Workers with Disabilities Were Affected by the COVID-19 Pandemic, but Stayed Engaged in the Labor Force
A study funded by the National Institute on Disability, Independent Living, and Rehabilitation Research (NIDILRR).
The onset of the COVID-19 pandemic in early 2020 has had a profound impact on the labor force and the economy in general. This is true for people with and without disabilities. However, prior research suggests that the pandemic-induced disruption to the economy and labor force may have a greater and longer-lasting impact on workers with disabilities than it would on their counterparts without disabilities. This prior research is based on labor statistics from the Great Recession of 2007-2009, where workers with disabilities were disproportionately impacted. The impact of the Great Recession on workers with disabilities has caused similar concern about the COVID-19 pandemic’s impact on that same group. In a recent NIDILRR-funded study, researchers looked at monthly trends in employment status for workers with disabilities and workers without disabilities from February 2020 to January 2021. The researchers sought to gain insight on how workers with disabilities fared with employment during the height of the pandemic.
Researchers at the Rehabilitation Research and Training Center (RRTC) on Employment Policy and Measurement looked at employment data from the Current Population Survey (CPS), which is collected for the US Bureau of Labor Statistics (BLS) by the US Census Bureau and provides the official rate of monthly unemployment in the US. Of the approximately 60,000 households surveyed, the researchers’ sample included only individuals 16-64 years of age that were not living in group quarters such as a group home or institutional setting. The researchers grouped individuals based on their employment status and whether they had a disability or not. A person was considered to have a disability if they reported difficulties with at least one issue in six areas: mobility, self-care, hearing, vision, cognition, and independent living. Employment status was broken into three categories: employed, unemployed, and not in the labor force. To be considered employed, the individual had to report being paid for work during the second week of the month they responded to the survey. To be considered unemployed, the individual must have been on either temporary layoff (i.e. terminated but expected to be called back) or actively searching for employment within the previous four weeks. An individual was considered not in the labor force if they were neither employed nor unemployed. The researchers compared the estimated percentages of individuals with disabilities and without disabilities in each of these employment categories each month from February 2020-January 2021.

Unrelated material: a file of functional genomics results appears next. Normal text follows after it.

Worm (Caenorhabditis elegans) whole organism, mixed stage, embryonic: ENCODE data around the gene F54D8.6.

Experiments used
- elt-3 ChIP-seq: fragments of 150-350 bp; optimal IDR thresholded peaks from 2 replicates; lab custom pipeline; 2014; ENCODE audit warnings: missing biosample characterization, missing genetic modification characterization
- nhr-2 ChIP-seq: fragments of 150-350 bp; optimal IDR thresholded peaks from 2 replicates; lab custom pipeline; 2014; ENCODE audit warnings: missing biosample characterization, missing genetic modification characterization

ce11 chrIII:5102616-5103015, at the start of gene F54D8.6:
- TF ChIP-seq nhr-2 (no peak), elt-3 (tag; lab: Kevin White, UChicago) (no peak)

The first few months of the pandemic saw the most significant losses for individuals with and without disabilities. Specifically, the researchers found that:
- Between February and April of 2020, individuals with and without disabilities had nearly identical relative reduction in the percentage of people employed (15.5% vs. 15.1%, respectively).
- During this period, the percentage of people unemployed rose from 3% to 6.5% for individuals with disabilities and 2.9% to 10.5% for individuals without disabilities.
- Between February and April 2020, the percentage of individuals with disabilities considered not in the labor force held steady around 66% while the percentage of individuals without disabilities increased from 22.3% to 26.3%.
- Between February and April of 2020, unemployed individuals with and without disabilities had similar increases in temporary layoffs. The percentage of individuals with disabilities who were temporarily laid off jumped from 9.1% to 72.9%. The percentage of individuals without disabilities jumped from 17.1% to 79%. Both groups also saw similar decreases in the percentage of people actively searching for employment: 91% to 27% and 83% to 21% respectively.